Claims made by a Black former Cheesecake Factory manager who sued the restaurant chain alleging he was wrongfully fired in 2019 on a false charge of misappropriating nearly $7,000 and that his race played a role were referred to an arbitrator Monday by a judge.
Los Angeles Superior Court Judge Steven J. Kleifield took the action after attorneys for both the Cheesecake Factory and plaintiff Stephen Metoyer agreed to have an arbitrator rather than a jury consider his allegations, which include racial discrimination, failure to prevent discrimination, wrongful termination, malicious prosecution, negligence and both intentional and negligent infliction of emotional distress.
The judge scheduled a post-arbitration status conference for June 28.
Metoyer sued on April 16 and Cheesecake Factory attorneys filed a motion to compel arbitration on July 7, arguing in their court papers that Metoyer signed an agreement in 2012 in which he agreed to arbitrate all disputes with the company as a condition of employment as a manager. Metoyer’s lawyers did not file an opposition to the motion.
Metoyer was hired by the Cheesecake Factory in April 2011 and initially worked as a server at the Marina del Rey restaurant, the suit states. He was promoted within a year to a management position and in December 2017 was transferred to the Grove retail complex location, where he was promoted to supervising senior manager, according to the suit.
Metoyer supervised the restaurant, assisted with guest issues, scheduled staff members and conducted safety walks for health inspectors, receiving praise from co-workers and guests, the suit states.
Metoyer received a call in April 2019 from Doug Ben, a man he knew to be the Cheesecake Factory’s CFO, the suit states. Metoyer was unaware that Ben, with whom he had spoken many times in the past, had resigned a few months before, according to the suit.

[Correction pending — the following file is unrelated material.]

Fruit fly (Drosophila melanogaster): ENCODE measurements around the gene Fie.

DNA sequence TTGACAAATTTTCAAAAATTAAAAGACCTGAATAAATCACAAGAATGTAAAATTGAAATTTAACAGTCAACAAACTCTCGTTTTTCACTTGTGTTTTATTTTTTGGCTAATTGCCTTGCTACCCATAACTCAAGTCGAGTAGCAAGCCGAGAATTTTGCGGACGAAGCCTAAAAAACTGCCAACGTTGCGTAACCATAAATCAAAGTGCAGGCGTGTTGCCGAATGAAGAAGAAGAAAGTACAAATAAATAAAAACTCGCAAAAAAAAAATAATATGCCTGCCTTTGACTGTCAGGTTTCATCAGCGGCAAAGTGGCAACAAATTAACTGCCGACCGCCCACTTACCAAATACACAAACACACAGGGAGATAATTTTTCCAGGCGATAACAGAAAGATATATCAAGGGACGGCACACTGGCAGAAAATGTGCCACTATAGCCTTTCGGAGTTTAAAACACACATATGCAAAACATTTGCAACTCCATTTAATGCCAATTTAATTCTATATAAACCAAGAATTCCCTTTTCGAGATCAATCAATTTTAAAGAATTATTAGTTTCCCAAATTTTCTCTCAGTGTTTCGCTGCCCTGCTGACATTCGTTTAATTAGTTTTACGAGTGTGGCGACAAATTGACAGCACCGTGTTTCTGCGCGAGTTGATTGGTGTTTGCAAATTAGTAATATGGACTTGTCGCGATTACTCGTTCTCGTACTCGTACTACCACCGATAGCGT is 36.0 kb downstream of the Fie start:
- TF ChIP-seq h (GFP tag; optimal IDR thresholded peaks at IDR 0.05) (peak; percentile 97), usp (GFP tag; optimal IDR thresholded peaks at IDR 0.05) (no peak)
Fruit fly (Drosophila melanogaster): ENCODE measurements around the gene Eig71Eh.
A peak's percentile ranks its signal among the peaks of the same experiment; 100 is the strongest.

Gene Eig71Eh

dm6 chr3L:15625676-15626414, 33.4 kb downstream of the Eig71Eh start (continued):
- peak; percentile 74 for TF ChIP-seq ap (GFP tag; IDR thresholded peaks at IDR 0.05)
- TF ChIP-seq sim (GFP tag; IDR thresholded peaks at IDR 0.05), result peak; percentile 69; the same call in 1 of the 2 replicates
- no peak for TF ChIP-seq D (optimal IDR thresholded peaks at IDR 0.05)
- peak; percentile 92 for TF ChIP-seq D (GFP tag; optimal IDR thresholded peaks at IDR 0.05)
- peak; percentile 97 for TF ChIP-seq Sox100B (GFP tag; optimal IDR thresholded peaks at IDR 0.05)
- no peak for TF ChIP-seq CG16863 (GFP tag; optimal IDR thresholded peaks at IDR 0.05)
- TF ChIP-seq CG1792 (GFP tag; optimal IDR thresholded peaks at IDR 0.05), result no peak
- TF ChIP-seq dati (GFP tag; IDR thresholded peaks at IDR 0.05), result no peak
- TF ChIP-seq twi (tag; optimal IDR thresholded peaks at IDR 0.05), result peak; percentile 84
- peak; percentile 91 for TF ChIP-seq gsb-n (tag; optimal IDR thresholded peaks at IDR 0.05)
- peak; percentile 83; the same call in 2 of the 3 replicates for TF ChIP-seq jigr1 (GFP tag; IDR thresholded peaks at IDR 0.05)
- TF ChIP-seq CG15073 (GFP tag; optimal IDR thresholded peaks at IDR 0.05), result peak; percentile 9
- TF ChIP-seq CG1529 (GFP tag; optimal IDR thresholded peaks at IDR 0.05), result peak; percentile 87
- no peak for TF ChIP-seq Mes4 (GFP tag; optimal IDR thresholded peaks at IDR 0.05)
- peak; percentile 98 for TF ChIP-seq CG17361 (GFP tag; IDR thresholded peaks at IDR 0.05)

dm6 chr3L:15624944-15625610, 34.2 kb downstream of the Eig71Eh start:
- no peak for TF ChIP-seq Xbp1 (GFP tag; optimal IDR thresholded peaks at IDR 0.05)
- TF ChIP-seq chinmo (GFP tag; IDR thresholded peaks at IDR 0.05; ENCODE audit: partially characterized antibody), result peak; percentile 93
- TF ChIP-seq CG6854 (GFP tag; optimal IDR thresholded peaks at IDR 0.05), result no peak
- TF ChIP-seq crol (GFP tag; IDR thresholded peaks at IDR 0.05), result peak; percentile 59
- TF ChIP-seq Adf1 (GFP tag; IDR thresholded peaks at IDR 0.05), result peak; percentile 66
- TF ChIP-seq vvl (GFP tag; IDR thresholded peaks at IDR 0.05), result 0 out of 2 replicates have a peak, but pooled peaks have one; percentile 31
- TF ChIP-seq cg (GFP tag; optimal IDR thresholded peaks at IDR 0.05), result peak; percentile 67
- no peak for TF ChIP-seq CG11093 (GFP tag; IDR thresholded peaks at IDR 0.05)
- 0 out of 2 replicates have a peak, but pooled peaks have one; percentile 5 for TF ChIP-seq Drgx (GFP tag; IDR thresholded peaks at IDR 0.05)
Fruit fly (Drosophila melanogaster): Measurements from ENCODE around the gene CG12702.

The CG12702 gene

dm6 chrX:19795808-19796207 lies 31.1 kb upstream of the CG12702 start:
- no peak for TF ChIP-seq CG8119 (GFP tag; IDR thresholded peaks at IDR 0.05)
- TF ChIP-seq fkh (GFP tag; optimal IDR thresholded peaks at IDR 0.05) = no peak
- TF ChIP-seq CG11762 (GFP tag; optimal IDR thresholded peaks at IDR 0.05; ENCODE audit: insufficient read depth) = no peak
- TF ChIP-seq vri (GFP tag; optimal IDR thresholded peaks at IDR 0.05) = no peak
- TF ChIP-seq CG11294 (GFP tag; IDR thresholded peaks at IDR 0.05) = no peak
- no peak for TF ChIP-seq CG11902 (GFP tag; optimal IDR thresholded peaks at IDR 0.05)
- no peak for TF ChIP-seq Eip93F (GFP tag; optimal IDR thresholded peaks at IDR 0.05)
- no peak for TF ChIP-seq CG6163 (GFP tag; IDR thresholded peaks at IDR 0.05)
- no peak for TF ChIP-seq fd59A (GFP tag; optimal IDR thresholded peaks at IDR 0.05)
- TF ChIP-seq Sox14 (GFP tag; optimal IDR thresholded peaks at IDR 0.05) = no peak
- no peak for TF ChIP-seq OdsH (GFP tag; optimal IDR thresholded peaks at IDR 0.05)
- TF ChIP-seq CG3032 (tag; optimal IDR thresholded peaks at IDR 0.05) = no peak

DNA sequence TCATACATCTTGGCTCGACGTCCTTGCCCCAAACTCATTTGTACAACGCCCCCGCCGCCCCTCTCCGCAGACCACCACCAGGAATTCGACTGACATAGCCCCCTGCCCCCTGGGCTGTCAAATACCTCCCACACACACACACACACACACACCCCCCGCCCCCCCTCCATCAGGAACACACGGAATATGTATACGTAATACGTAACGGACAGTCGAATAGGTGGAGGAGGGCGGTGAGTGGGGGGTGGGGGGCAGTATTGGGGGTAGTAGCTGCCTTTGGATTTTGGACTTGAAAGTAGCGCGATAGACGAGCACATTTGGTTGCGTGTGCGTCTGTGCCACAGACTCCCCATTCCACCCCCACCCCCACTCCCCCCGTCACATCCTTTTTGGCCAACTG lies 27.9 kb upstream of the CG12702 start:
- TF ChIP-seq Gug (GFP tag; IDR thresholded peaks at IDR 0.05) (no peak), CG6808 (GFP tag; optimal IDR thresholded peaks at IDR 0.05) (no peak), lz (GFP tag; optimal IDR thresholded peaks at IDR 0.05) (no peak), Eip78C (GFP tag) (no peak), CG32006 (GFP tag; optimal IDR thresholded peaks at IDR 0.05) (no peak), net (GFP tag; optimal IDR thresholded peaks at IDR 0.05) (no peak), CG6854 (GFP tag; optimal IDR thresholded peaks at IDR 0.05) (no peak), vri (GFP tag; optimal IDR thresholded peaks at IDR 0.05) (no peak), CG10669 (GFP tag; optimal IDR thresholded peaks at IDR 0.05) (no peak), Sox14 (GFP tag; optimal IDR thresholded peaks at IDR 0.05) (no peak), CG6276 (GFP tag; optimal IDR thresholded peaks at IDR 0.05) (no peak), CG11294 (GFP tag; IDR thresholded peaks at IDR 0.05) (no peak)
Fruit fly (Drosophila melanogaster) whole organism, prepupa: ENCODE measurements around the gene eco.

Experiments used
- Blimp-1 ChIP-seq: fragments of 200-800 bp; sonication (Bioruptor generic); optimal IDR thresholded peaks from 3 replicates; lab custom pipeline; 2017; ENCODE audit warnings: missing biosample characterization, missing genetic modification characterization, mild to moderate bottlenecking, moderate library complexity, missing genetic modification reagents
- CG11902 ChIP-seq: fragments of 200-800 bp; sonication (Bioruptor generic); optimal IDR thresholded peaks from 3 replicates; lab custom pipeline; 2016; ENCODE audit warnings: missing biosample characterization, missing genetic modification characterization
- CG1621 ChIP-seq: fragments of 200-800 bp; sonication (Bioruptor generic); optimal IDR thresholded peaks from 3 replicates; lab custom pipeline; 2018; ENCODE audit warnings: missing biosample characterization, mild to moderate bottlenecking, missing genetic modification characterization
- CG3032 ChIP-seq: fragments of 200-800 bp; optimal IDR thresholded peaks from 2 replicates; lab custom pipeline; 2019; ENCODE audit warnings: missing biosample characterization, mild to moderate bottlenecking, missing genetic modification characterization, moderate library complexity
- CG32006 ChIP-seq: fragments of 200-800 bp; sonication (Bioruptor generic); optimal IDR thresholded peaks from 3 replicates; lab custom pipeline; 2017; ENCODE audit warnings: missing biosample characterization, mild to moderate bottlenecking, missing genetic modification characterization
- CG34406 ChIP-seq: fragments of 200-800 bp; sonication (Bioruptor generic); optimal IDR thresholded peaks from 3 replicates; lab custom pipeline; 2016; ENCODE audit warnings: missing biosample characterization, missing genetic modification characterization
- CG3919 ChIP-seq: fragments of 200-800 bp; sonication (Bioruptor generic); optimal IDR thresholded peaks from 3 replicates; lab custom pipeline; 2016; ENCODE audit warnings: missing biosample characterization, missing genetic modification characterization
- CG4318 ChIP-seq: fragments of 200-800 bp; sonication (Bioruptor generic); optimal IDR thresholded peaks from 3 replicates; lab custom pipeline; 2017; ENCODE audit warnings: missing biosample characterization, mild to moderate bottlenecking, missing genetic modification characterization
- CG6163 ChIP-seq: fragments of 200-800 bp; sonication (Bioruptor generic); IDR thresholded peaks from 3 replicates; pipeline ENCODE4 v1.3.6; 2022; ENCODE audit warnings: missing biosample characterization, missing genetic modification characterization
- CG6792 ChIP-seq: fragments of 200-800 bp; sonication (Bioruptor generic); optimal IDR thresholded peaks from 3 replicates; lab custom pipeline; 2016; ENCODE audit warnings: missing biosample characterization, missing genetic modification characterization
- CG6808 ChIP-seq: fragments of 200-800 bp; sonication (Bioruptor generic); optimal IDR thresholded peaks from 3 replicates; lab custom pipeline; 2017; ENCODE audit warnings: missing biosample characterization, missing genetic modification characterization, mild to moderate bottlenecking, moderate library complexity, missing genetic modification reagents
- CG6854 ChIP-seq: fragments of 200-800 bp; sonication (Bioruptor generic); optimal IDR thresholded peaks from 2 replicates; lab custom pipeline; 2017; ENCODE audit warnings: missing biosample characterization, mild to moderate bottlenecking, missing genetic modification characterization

Ben instructed Metoyer to remove $6,850 from a safe in the manager’s office to buy a specified item from CVS and Rite Aid stores and send them to an address in Ohio, the suit states. Metoyer did so and placed himself in front of the video camera in the manager’s office where the safe was located when he withdrew the money, the suit states.
Metoyer also left notes on the office’s desk detailing Ben’s request, the suit states.
Soon after the incident, Kurt Leisure, the company’s vice president of risk services, assigned the senior manager of loss prevention, Solangel Slappy, to investigate the fund withdrawal, the suit states. When Metoyer began to repeat during a phone call with Slappy the chain of events that had occurred, Slappy abruptly cut Metoyer off, stating, “We are just going to move forward on this thing” and hung up, according to the suit.
Metoyer was fired on April 29, 2019, with no investigation or any justification, an action the plaintiff alleges was in part racially related.
Metoyer was earning about $70,000 annually with bonuses and hoped to be promoted to general manager, where he could make $100,000 a year, the suit states.
The theft allegations led to police, with a warrant, arriving at the home in which he’s lived since he was 5 years old, and which he inherited from his mother when she died, the suit states.
Neighbors with whom Metoyer had built reliable relationships began to avoid him, and former co-workers stopped communicating with him, the suit states.